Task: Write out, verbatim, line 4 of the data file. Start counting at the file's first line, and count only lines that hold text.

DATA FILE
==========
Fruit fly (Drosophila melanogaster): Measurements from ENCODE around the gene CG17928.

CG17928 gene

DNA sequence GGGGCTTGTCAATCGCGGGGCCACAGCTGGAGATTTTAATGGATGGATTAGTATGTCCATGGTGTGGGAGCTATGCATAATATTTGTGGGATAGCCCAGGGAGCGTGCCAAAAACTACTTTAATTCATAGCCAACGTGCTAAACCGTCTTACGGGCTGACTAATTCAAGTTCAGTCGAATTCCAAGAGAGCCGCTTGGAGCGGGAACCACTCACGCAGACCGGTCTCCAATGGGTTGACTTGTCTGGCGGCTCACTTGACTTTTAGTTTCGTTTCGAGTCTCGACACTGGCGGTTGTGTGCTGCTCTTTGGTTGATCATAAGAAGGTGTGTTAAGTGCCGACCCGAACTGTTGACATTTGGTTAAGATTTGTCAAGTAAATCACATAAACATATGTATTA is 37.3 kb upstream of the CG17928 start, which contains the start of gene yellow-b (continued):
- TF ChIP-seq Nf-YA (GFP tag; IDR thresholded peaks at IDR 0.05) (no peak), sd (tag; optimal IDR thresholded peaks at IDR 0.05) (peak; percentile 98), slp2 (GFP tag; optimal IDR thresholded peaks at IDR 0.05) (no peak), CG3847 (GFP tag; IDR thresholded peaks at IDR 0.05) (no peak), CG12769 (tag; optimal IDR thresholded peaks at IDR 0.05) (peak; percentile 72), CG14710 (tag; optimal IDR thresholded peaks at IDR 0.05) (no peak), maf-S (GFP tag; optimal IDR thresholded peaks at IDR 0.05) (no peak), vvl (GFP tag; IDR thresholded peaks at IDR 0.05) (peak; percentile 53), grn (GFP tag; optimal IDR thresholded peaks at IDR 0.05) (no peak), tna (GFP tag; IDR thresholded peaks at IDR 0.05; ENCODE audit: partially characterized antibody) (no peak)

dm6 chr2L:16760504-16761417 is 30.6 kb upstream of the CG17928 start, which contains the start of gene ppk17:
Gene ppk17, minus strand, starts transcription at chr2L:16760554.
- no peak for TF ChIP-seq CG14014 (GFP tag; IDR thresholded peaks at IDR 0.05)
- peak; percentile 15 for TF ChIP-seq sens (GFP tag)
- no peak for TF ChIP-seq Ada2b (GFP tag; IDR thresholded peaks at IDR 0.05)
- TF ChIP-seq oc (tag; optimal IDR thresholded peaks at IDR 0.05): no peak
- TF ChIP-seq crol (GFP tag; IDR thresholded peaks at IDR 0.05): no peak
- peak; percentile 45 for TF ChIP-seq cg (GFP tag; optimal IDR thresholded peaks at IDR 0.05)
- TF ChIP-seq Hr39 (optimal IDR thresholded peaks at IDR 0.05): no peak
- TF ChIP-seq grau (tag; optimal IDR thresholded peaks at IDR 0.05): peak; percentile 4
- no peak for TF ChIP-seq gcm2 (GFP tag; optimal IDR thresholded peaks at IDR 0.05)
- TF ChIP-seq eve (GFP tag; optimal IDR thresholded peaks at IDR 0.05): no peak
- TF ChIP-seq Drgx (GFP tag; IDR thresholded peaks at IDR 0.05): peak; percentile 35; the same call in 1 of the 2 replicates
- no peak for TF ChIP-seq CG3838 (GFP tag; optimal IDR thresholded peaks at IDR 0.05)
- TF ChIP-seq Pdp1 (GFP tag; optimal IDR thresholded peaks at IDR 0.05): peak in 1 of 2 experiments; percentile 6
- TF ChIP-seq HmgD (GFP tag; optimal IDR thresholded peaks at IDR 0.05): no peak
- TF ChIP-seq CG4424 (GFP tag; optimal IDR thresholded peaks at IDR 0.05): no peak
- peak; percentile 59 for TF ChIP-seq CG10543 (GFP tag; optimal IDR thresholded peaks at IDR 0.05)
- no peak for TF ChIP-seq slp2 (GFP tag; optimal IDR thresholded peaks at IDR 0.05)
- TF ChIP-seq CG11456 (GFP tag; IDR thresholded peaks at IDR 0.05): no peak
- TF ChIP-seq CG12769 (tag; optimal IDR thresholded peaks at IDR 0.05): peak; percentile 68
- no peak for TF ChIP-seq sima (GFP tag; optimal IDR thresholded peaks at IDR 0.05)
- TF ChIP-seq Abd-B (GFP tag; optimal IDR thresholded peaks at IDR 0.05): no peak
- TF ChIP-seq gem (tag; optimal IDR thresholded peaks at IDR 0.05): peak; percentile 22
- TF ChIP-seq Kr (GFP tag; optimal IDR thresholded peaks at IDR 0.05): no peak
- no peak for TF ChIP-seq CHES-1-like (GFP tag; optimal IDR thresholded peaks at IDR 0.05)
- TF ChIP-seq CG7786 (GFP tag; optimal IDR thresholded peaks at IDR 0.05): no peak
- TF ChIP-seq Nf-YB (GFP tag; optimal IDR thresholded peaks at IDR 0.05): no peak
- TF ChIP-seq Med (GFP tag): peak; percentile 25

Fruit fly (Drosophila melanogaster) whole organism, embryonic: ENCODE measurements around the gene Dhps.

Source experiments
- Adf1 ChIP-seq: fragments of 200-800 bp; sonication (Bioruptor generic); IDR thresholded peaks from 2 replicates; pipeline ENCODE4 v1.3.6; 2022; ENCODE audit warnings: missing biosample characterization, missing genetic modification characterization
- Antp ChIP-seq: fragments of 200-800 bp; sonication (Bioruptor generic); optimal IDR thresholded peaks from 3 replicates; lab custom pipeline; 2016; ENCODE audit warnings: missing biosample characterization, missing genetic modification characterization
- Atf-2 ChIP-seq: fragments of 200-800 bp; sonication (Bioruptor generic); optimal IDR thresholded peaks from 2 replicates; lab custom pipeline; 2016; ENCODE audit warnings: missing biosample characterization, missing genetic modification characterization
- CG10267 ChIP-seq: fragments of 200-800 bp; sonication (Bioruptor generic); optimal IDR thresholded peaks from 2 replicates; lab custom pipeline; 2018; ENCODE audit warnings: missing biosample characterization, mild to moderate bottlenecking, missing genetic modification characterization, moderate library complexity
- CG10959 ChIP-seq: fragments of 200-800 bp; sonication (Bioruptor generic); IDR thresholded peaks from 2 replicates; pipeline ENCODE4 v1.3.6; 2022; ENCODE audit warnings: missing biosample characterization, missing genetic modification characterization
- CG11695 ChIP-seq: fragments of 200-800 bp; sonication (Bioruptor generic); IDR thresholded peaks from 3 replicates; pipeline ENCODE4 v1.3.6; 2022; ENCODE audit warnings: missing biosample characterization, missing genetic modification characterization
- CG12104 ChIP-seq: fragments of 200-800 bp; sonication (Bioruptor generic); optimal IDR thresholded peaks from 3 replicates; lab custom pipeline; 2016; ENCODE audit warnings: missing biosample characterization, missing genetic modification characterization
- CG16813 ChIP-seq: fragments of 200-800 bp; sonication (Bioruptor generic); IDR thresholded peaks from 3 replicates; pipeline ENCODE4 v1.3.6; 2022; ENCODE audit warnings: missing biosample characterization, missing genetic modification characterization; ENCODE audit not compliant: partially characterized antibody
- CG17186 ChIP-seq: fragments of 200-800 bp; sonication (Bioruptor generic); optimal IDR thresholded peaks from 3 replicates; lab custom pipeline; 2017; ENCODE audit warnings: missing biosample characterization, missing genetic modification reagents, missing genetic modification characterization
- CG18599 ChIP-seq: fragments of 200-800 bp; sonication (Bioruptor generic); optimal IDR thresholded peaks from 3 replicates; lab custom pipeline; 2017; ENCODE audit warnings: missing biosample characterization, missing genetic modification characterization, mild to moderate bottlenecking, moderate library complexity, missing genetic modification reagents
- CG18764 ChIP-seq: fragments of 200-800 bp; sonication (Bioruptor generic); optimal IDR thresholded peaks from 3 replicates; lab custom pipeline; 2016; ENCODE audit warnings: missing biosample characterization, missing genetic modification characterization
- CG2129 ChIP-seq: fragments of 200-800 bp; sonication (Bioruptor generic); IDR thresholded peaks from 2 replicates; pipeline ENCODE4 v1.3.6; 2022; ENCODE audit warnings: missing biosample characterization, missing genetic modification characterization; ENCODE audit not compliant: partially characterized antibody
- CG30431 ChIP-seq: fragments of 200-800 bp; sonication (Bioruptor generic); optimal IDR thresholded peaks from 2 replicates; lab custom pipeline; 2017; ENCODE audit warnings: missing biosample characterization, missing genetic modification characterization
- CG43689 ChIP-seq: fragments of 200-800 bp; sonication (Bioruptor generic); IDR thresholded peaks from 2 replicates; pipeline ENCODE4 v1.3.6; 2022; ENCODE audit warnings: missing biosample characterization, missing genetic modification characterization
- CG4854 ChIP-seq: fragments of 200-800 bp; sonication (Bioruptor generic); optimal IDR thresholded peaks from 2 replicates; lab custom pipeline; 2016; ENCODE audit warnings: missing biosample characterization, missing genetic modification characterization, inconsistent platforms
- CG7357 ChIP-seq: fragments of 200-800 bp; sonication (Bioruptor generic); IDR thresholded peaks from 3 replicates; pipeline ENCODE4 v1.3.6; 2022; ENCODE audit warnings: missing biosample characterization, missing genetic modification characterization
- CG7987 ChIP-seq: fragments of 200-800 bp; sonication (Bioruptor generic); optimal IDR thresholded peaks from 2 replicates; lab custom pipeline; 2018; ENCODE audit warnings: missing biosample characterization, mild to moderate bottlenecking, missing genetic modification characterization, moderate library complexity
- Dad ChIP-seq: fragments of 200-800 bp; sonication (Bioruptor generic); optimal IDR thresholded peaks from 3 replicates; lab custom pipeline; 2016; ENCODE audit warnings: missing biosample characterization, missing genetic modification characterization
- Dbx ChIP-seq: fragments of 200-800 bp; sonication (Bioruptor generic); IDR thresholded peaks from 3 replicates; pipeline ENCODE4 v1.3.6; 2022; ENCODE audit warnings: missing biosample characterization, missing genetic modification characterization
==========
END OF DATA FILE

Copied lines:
- TF ChIP-seq Nf-YA (GFP tag; IDR thresholded peaks at IDR 0.05) (no peak), sd (tag; optimal IDR thresholded peaks at IDR 0.05) (peak; percentile 98), slp2 (GFP tag; optimal IDR thresholded peaks at IDR 0.05) (no peak), CG3847 (GFP tag; IDR thresholded peaks at IDR 0.05) (no peak), CG12769 (tag; optimal IDR thresholded peaks at IDR 0.05) (peak; percentile 72), CG14710 (tag; optimal IDR thresholded peaks at IDR 0.05) (no peak), maf-S (GFP tag; optimal IDR thresholded peaks at IDR 0.05) (no peak), vvl (GFP tag; IDR thresholded peaks at IDR 0.05) (peak; percentile 53), grn (GFP tag; optimal IDR thresholded peaks at IDR 0.05) (no peak), tna (GFP tag; IDR thresholded peaks at IDR 0.05; ENCODE audit: partially characterized antibody) (no peak)